30 hours free child care extended to fostering households
Shortly before Christmas the government agreed to drop its exemption that prevented foster carers accessing the full 30 hours free child care with the government saying it will look at ways to extend the provision to carers over the course of the year. At the start of the new year the Commons Treasury select committee launched an inquiry into the government’s child care provisions – including the 30 hours provision.
Make care experience a “protected characteristic”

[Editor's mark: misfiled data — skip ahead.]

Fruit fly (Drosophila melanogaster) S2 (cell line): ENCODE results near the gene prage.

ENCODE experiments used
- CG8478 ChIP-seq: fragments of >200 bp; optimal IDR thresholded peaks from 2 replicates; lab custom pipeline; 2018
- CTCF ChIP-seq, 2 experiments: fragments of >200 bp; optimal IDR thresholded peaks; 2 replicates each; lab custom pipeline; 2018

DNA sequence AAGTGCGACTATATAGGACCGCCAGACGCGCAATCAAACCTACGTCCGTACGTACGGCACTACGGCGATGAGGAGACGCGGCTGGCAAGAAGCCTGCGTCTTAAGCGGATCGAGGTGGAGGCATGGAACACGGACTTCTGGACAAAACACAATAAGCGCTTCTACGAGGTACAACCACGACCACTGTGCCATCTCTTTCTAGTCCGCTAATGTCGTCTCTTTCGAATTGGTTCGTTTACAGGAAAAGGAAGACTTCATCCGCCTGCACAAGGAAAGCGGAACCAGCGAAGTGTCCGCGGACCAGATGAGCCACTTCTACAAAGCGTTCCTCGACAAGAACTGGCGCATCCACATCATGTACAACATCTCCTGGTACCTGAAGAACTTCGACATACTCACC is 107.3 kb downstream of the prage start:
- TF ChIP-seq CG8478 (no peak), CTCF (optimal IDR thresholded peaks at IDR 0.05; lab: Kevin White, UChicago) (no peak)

People who have gone through the care system should be protected from discrimination in the same way others are on the basis of sex, race or religion. This idea was put forward by Scottish Liberal Democrat MSP Alex Cole-Hamilton to mark the start of Scottish Year of Young People 2018, the Herald reported. The MSP told the paper that life outcomes of those with experience of living in care were “demonstrably the worst of nearly any demographic in the country”. The UK Equality Act 2010 identifies nine “protected characteristics” which cannot be used as a reason to treat people unfairly – age, disability, gender reassignment, marriage and civil partnership, pregnancy and maternity, race, religion or belief, sex, and sexual orientation. Although this is reserved legislation, its application is devolved to Scotland, meaning similar measures could be adopted for a particular group not currently defined in the Act, the newspaper explained.